The issue then of the capacity of the accused to plead and to be tried must first itself be tried as a separate issue by a jury empanelled for that purpose. If the answer is in the affirmative then if nothing more appears, a plea of not guilty could then be entered under s 619. It would only be then upon his trial that other questions would arise in relation to s 49 of the Aboriginal Affairs Planning Authority Act and the questions of whether any admissions or confessions said to have been made by the acc used person would be admissible in evidence.
Justice Wickham thought that the consequential provision in s 631, for a person found unfit to plead to be kept in custody at the Governor’s pleasure, would only apply to a person suffering ‘some defect of mind’, rather than some ‘lack of comprehension’ as in the case of a tribal Aborigine.
582. Ngatayi’s Case. Further light was shed on s 631 by the High Court in Ngatayi v R, which had a number of similar features to Grant. Ngatayi, a tribal Aborigine with little or no understanding of English, was charged with murder. When he was called upon to plead to the charge through an interpreter, his counsel had sought a jury under s 631, on the basis that Ngatayi was incapable. of understanding that it was a defence to a charge of wilful murder that he was drunk and had not formed an intention to kill:
The trial judge declined to apply s 631. He also refused to accept Ngatayi’s plea of guilty (pursuant, it seems, to s 49 of the 1972 Act), and ordered a plea of not guilty to be entered. The case proceeded and Ngatayi eventually gave evidence through an interpreter and made certain admissions. He was found guilty of wilful murder by the jury. Special leave to appeal to the High Court was sought on the sole ground that the procedure in s 631 should have been followed. The High Court granted special leave but dismissed the appeal. In doing so the Court commented that s 631:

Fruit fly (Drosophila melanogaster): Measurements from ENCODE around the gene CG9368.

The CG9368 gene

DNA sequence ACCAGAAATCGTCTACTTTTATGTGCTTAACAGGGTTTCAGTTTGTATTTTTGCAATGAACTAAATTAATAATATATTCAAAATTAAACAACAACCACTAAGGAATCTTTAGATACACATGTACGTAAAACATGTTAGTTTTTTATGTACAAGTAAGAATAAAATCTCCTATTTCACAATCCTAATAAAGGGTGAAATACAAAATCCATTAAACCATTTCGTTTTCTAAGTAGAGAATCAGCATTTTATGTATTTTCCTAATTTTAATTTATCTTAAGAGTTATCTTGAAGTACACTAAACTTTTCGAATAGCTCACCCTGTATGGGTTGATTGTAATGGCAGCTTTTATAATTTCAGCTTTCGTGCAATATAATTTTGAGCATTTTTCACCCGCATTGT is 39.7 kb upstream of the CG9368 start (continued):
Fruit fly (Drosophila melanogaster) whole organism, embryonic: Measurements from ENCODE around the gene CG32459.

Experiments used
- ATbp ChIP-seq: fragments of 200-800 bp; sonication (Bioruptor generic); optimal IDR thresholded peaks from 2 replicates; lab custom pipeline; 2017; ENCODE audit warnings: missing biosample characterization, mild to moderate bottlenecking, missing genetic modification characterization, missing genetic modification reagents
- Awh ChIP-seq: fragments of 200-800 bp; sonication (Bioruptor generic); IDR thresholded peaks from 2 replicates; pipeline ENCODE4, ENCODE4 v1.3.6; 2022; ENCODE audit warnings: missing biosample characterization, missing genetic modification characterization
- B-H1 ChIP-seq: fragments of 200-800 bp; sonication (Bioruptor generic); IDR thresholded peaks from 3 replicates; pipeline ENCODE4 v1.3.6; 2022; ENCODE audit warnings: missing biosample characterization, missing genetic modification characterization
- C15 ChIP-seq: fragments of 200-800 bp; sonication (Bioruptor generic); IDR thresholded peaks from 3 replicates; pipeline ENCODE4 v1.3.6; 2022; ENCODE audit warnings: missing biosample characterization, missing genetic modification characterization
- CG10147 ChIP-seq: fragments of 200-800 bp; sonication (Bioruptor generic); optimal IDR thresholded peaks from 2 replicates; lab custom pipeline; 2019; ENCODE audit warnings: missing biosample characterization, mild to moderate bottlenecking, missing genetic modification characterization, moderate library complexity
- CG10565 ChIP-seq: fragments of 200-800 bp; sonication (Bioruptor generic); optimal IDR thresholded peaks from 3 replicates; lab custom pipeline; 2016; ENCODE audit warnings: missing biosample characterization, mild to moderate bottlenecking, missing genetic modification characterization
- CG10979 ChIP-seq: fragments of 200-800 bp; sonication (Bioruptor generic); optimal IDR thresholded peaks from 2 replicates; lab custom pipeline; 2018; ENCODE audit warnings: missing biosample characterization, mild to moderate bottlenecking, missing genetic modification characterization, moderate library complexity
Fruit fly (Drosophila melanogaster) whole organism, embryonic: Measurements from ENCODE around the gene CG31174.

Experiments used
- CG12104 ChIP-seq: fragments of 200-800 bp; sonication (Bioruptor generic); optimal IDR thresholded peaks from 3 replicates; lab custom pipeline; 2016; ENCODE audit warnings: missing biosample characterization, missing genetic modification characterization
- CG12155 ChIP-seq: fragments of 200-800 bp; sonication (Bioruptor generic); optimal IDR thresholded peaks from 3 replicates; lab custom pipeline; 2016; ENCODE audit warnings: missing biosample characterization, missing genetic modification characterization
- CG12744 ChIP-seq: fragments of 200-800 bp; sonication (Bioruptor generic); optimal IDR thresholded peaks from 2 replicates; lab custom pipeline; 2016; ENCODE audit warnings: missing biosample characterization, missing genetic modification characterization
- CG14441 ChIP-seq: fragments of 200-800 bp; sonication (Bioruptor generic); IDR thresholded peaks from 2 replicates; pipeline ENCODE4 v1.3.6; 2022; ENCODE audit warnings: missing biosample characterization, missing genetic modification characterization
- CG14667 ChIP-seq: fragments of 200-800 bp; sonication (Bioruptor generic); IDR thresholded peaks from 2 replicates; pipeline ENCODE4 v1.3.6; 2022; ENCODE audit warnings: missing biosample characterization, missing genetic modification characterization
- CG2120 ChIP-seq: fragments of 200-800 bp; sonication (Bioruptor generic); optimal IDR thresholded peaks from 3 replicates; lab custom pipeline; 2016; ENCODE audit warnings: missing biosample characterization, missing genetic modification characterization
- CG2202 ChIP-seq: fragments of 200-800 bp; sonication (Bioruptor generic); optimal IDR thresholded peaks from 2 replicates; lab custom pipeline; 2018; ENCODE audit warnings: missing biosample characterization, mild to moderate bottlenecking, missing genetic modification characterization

does not mean that an accused can only be tried if he is capable, unaided, of understanding the proceedings so as to be able to make a proper defence. This is self-evident when the incapacity to understand the proceedings is due to an inability to understand the language in which the proceedings are conducted. In such a case, if an interpreter is available the incapacity is removed. Similarly, in deciding whether an accused is capable of understanding the proceedings so as to be able to make a proper defence it is relevant that he is defended by counsel. If the accused is able to understand the evidence, and to instruct his counsel as to the facts of the case, no unfairness or injustice will generally be occasioned by the fact that the accused does not know, and cannot understand, the law. With the assistance of counsel he will usually be able to make a proper defence. That of course is the test which s 631 provides’ is the accused capable of understanding the proceedings at the trial, so as to be able to make a proper defence? The section does not require that an accused, before he can be tried, must be capable of understanding the law which governs his case, if that lack of capacity does not render him unable to make a proper defence.